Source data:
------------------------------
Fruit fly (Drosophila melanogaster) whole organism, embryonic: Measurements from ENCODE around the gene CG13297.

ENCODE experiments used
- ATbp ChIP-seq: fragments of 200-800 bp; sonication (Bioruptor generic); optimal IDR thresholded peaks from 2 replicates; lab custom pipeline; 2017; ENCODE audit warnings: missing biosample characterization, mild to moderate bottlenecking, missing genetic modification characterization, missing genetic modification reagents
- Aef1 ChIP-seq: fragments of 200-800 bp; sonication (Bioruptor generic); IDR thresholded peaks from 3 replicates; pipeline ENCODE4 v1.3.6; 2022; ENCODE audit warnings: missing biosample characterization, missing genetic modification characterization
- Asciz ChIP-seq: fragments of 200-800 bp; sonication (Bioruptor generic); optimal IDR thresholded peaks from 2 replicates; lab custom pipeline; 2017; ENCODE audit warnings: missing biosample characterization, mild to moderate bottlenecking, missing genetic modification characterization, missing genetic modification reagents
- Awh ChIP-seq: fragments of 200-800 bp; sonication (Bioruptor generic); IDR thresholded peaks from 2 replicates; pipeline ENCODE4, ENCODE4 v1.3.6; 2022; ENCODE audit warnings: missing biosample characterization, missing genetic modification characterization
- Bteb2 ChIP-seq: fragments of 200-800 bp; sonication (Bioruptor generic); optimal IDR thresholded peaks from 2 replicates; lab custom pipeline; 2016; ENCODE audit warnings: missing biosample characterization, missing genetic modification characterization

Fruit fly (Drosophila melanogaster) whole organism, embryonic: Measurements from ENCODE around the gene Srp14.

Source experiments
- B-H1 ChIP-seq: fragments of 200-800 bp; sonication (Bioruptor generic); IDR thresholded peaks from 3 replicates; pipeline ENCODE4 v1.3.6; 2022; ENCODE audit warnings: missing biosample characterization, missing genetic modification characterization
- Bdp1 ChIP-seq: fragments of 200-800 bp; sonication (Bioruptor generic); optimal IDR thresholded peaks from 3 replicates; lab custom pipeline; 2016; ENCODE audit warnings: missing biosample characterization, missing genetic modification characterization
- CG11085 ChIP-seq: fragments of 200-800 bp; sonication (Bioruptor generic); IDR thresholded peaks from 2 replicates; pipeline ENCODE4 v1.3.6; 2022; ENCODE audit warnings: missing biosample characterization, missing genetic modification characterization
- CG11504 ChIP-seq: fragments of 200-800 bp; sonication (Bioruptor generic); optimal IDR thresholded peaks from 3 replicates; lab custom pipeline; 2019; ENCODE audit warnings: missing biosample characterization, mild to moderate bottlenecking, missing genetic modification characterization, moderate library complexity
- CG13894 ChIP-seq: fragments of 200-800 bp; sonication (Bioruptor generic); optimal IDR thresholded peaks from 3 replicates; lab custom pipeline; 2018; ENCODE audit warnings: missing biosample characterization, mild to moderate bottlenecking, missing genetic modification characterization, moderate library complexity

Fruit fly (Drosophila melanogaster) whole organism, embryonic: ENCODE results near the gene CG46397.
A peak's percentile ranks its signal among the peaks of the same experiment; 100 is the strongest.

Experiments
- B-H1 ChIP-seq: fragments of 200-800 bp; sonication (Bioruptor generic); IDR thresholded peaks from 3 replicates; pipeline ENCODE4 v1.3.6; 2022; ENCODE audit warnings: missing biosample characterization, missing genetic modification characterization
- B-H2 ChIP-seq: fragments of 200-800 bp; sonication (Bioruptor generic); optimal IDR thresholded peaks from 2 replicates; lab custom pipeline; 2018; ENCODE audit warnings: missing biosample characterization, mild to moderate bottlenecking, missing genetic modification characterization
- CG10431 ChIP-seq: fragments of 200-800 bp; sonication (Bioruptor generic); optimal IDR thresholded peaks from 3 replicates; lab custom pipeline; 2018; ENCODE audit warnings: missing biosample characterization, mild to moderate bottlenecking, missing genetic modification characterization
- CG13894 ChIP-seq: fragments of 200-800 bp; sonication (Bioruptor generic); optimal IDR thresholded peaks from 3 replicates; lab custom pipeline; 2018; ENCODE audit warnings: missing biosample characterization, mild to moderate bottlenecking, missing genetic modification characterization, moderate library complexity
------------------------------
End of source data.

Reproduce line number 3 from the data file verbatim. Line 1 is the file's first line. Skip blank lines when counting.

- ATbp ChIP-seq: fragments of 200-800 bp; sonication (Bioruptor generic); optimal IDR thresholded peaks from 2 replicates; lab custom pipeline; 2017; ENCODE audit warnings: missing biosample characterization, mild to moderate bottlenecking, missing genetic modification characterization, missing genetic modification reagents